I started the week super cautiously. It was a bit like that feeling you have after lying in bed sick all week. You get up, a bit unsure of how your limbs should work, unfamiliar with gravity, that sort of thing. Except I could walk fine, but running felt a teensy bit odd. It took a while for my heart and lungs to kick into gear and my right leg was really tight (but not sore). I was able to do my stint volunteering with the Couch to 5K group first of all. I tail ran with Jo, keeping Neil C company as he worked through week 6 of the program. Suitably warmed up, I went ahead and did the Monday social run too…initially lost with Jo as we finished C25K last…then eventually catching up with Brenda, Graeme and Neil’s other half Jillian C, who are all training for a half marathon in April. All are doing really well! Running home afterwards and picking up my pace a bit, I realised my leg felt fine.

Wednesday and Thursday’s runs were a success from the point of view of keeping to an easy pace. I had Jane and Emily C keeping me company on Wednesday and Thursday evening was a return to the Flyers mixed road and trail route we did back in Week 2. A great route for getting away from light pollution, I spent a fair bit of the run looking up, plotting a potential astrophotography adventure.

By Friday, I was happy that I would be able to do my long run at the weekend. I would have preferred to choose the day and time, but in what now seems to be ‘storm season’ I had to find a window where I wouldn’t be fighting with gale force winds. That window was early Saturday morning. Dammit.

Up and out the door at 7.30am, I ran 13.2 miles in just over 2 hours, close to my half marathon PB, with a few stops for water and stretches. Towards the end, the wind really picked up. Glad I got it out of the way early.

My pace seems to be back on track and my leg sufficiently healed. My old nemesis, a blister on the side of my right toe/ ball of my foot was back though. It had only just healed from my last long run, and I now had a whole new one, on top of the remains of the old one. Double blister. Normally, I just leave it and it goes away in a few days. But it burst during my run, and it was bloody sore. I was hobbling most of Sunday because of it. I’ve heard about ultra runners DNF’ing because of blisters. There is no freaking way I am letting a blister sideline my training, and heaven forbid, stop me finishing the marathon!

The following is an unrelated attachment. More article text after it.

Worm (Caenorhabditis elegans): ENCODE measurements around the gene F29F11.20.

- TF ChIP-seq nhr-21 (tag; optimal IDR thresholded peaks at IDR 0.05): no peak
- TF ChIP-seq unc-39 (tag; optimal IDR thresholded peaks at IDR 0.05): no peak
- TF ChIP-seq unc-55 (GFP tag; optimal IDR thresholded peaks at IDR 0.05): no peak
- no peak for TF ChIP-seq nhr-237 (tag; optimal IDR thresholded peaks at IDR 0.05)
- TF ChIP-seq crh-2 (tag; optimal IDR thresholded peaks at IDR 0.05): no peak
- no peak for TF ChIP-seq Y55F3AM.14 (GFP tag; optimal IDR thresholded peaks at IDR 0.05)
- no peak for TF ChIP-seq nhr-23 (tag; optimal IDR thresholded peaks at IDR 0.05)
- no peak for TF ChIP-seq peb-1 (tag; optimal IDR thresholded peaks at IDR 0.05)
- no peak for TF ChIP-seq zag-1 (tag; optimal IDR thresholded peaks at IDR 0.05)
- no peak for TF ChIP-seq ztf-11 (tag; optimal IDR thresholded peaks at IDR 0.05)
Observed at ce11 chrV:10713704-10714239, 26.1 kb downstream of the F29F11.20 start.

I got to thinking about why I was getting this persistently annoying little bugger in the same place after every run longer than 10 miles. I know it’s friction that causes a blister, so that particular part of my foot/toe is a hotspot. I’ve tried all manner of blister plasters, but they invariably detach during the run, and cause more friction. Is it my shoes? My socks? Both? I have pretty decent blister preventing, wicking running socks that fit well. So my shoes?

After a bit of research, I raked out my last pair of retired running shoes (not binned yet, I still wear them for dog walking) and had a good look at the wear pattern. Well, lo and behold…distinctive holes in the upper mesh where my pinkie toes live. Hmm. I removed the insoles and stepped on them. Ha! My feet don’t actually fit. They are much wider at the toes than the insole allows. So, my trusty Saucony Ride’s are too narrow, and possibly too small – hence the black Morton’s toe! While I’ll get away with that for short runs, on longer runs they are literally chewing up my toes.